According to the Washington Post, the Jewish Community Federation of Richmond — the central fund-raising, community planning, leadership development and outreach arm of the local Jewish community — raised concerns about Beinart following pressure from donors. Beinart's "crime" was to write an article July for Jewish Currents, in which he made "a Jewish case for equality in Israel-Palestine", and a second piece in the New York Times declaring that he "longer believe[s] in a Jewish State." Arguing for a single state in historic Palestine that treats all citizens equally, Beinart explained that for decades he held the view that it was possible to separate Palestinians and Israelis into two different states but, "Now I can imagine a Jewish home in an equal state."
For some Zionist Jews, Beinart had gone beyond the pale and his new-found political view triggered a wave of hysterical denunciations. He was described as "a traitor" and "fundamentally immoral" as critics said that his views were nothing short of a "betrayal of the Jewish people".
Moreover, he has been uninvited as a speaker by Jewish organisations and faced criticism from Jewish leaders and other political commentators on Israeli policy due to his support for settlement boycotts. This is something that he has propounded since 2012 when, in a New York Times op-ed, he said, "To save Israel, boycott the settlements."
Commenting on the efforts being made to silence him, Beinart explained that, "You have an organised communal leadership that often wants to limit the acceptable terms of discussion in Jewish spaces in ways that a growing number of American Jews, and particularly younger American Jews, are not comfortable with because it limits their ability to ask the questions they want to ask, and it limits their ability to follow their consciences and their understanding of Jewish tradition."
Despite the hostility, Beinart's view are said to be gaining traction. The Washington Post cited national surveys which show that Beinart's opposition to the current Israeli government, illegal settlements and the non-viability of the two-state solution, are becoming increasingly popular among both Jewish Americans and other US citizens, especially young adults. For example, a March 2020 national survey conducted by the University of Maryland's Critical Issues Poll, found that 63 per cent of respondents said that if the two-state solution was no longer possible, they would support a single democratic state where Arabs and Jews are equal, even if that means Israel would no longer be a Jewish state. The equivalent figure in 2018 was 42 per cent.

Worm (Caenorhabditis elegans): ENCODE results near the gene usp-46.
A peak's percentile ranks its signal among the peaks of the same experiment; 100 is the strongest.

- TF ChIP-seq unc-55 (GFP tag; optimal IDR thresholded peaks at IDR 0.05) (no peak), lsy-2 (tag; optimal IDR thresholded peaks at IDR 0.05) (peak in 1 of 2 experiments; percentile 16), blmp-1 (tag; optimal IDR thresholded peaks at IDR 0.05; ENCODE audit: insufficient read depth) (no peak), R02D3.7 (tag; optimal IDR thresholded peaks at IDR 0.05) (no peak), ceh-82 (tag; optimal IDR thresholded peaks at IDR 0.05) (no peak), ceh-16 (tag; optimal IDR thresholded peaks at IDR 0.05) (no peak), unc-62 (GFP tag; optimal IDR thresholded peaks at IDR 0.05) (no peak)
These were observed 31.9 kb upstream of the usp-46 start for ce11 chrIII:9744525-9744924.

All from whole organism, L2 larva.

Beinart has also had his say about the controversy triggered by his lecture in Richmond, Virginia. "I'm sorry (though not surprised) this happened," he tweeted on Monday. "It's because the American Jewish establishment is an oligarchy run largely by its (often right-wing) donors. But I hope people who disagree with me come to my talk tomorrow at VCU. Ask me difficult questions."
The director of Temple University's Feinstein Centre for American Jewish History, Lila Corwin Berman, appeared to agree with Beinart. The consternation over his speech, she said, "doesn't necessarily mean that the totality of the Richmond Jewish community is up in arms." Arguing that it was "a few prominent wealthy people" who were outraged she went on to explain that, "The wealthiest donors to Jewish communal life tend to fall more to the right than the bulk of American Jews and tend to be interested in funding activities that have to do with pro-Israel activism, and especially have to do with vigilance against what they see as anti-Israel activism on campuses."
It seems to be the case that Israel is embracing the Kahanist creed of Jewish supremacy. In response, America's Jewish community should look to Beinart not as a pariah, but as a visionary brave enough to find a way to extricate Zionism from decades of occupation, ethnic cleansing and settler colonialism.
The views expressed in this article belong to the author and do not necessarily reflect the editorial policy of Middle East Monitor.